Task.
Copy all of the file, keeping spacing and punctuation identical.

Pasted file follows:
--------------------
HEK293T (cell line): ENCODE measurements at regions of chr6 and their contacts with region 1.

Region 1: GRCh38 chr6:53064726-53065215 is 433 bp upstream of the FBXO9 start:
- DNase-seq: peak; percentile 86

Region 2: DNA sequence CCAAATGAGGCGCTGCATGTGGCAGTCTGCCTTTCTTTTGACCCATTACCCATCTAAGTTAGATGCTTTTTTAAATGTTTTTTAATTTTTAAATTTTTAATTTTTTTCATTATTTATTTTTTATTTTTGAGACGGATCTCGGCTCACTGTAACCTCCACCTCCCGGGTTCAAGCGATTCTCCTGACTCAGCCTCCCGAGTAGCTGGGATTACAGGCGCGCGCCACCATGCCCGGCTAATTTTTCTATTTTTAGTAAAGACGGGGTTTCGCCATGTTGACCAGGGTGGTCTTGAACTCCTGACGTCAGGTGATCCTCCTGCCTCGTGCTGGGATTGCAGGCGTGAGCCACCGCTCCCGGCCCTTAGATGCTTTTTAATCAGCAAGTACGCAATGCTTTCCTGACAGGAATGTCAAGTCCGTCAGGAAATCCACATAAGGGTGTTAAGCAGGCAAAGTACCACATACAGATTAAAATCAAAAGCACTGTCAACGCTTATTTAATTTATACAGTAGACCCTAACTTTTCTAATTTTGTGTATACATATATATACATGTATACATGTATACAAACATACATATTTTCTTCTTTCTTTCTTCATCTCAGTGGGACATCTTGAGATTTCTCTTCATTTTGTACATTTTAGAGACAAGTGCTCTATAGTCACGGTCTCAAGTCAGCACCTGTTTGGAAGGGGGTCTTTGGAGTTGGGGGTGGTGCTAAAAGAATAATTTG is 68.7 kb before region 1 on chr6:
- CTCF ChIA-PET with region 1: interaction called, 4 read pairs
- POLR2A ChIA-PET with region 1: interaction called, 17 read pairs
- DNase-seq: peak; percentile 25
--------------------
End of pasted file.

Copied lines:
HEK293T (cell line): ENCODE measurements at regions of chr6 and their contacts with region 1.

Region 1: GRCh38 chr6:53064726-53065215 is 433 bp upstream of the FBXO9 start:
- DNase-seq: peak; percentile 86

Region 2: DNA sequence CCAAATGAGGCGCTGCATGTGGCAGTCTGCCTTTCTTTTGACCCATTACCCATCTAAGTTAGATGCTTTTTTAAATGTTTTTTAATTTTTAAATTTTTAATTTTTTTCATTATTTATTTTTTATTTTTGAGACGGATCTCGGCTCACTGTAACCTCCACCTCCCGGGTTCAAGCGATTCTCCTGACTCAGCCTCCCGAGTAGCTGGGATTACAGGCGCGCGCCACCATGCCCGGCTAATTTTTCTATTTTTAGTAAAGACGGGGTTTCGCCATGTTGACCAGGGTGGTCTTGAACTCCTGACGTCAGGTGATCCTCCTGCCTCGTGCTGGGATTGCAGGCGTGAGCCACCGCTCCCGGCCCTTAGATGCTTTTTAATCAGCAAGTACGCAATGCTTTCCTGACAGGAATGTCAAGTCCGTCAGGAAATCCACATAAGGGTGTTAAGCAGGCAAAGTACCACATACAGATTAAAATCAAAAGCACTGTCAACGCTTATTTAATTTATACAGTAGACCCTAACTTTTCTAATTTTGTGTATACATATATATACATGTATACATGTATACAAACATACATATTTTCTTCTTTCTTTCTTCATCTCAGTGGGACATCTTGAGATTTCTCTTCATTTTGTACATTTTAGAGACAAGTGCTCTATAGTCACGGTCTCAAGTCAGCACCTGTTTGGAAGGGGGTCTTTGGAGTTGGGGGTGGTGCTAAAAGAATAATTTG is 68.7 kb before region 1 on chr6:
- CTCF ChIA-PET with region 1: interaction called, 4 read pairs
- POLR2A ChIA-PET with region 1: interaction called, 17 read pairs
- DNase-seq: peak; percentile 25